Hauntingly beautiful and filled with nostalgia, this twelve minute Canadian short & (primarily) silent film, directed by Matthew De Filippis and Elisia Mirabelli, is a captivating story of romance and first true love.
With the female lead sporting an early Victorian inspired wedding gown as an old woman in the opening scene, and then re-appearing much younger as her teenage self in a Sloane inspired (from Ferris Bueller's Day Off) white fringed leather jacket... the lead is not lacking in style or visual enchantment in her first appearances within the film.
But beyond wardrobe, the sets, props, and locations are stunning and filled with artistic vision. The cinematography is unique and contains film techniques that defy average film. (If you watch the short film, I am referring primarily to the flashback sequence projected on the female leads back while she is sleeping 6 min into the film.... absolutely captivating.)
In addition, the attention to detail within each scene is stunning. Within the first 4 minutes you see close ups of the male lead as a young man playing with strands of the girl's hair and twisting them through his fingers as they lie on a grassy field. Then the camera scans from his fingers to her face and then her fingers similarly playing with the green grass beside her. These simple shots elucidate the intimacy and child-like nature to the two's romantic beginnings.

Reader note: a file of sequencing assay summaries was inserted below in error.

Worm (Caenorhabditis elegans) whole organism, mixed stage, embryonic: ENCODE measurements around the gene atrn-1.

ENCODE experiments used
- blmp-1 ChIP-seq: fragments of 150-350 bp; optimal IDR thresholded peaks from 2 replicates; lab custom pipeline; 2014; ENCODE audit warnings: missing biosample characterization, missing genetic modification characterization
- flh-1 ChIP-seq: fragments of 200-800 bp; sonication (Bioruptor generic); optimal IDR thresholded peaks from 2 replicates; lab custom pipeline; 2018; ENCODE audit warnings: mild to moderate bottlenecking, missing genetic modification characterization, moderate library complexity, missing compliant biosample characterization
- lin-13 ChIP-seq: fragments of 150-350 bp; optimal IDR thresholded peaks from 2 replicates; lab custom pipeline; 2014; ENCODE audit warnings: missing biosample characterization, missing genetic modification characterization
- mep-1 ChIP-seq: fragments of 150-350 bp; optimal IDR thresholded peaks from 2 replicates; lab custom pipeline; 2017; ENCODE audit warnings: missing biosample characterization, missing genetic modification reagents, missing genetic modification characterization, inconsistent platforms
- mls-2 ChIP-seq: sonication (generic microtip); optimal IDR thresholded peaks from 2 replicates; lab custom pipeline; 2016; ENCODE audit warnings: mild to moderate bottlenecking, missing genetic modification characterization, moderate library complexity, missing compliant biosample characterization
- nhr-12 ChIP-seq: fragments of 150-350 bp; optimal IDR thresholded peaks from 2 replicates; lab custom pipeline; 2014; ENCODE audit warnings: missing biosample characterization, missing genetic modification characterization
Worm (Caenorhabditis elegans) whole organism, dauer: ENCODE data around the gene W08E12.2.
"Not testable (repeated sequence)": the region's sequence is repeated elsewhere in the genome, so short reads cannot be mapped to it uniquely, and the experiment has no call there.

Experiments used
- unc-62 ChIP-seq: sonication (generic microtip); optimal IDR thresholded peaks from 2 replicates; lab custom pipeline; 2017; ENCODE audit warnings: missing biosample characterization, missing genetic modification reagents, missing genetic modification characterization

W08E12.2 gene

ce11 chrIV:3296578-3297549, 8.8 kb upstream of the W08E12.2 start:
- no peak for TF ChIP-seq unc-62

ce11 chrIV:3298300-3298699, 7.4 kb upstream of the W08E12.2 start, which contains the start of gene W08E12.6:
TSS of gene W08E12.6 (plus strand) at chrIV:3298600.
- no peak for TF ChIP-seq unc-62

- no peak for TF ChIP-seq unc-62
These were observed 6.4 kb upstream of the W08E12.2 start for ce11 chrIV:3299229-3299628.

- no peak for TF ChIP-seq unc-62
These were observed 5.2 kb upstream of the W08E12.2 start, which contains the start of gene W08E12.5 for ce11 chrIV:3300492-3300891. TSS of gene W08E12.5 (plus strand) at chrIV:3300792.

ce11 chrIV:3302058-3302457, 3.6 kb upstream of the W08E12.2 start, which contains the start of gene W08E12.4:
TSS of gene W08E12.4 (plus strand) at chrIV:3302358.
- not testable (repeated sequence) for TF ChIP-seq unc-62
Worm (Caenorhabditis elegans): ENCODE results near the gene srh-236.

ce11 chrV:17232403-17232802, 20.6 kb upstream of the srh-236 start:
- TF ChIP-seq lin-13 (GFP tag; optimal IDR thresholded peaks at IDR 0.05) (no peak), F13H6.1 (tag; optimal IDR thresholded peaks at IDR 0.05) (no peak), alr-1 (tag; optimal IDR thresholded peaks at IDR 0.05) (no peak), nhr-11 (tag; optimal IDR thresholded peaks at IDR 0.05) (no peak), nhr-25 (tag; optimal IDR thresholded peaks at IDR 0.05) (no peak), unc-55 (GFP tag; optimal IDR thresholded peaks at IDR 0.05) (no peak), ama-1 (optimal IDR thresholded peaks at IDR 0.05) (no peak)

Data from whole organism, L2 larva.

With them both doing similar motions with their hands in the grass or hair, the directors are insinuating that they are in sync and therefore have a level of both cognitive and physical intimacy that links them so much so that they are subconsciously doing the same movements. The fact that the directors chose to focus on such little motions and movements to elucidate their connection proves that each experience with the other is new and cherished. Thus, their connection is like a childlike fantasy taking place in the initial picturesque field as the male lead arrives and first meets the female character while she is swinging idyllically like a child in the wind.
Finally, the few lines actually said in this short film are works of poetic beauty coming from the narration of the male lead when he is much older as he is looking back to past memories with his young love. He states simple truths of lost love and how he holds on to their shared memories with idealism and hope.
"I remember the moments I want to forget. I remember the girl and the butterflies."
"It's funny how you remember the simplest things at the strangest times."
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A lover of films, good cinematography, and hopeless romanticism,SP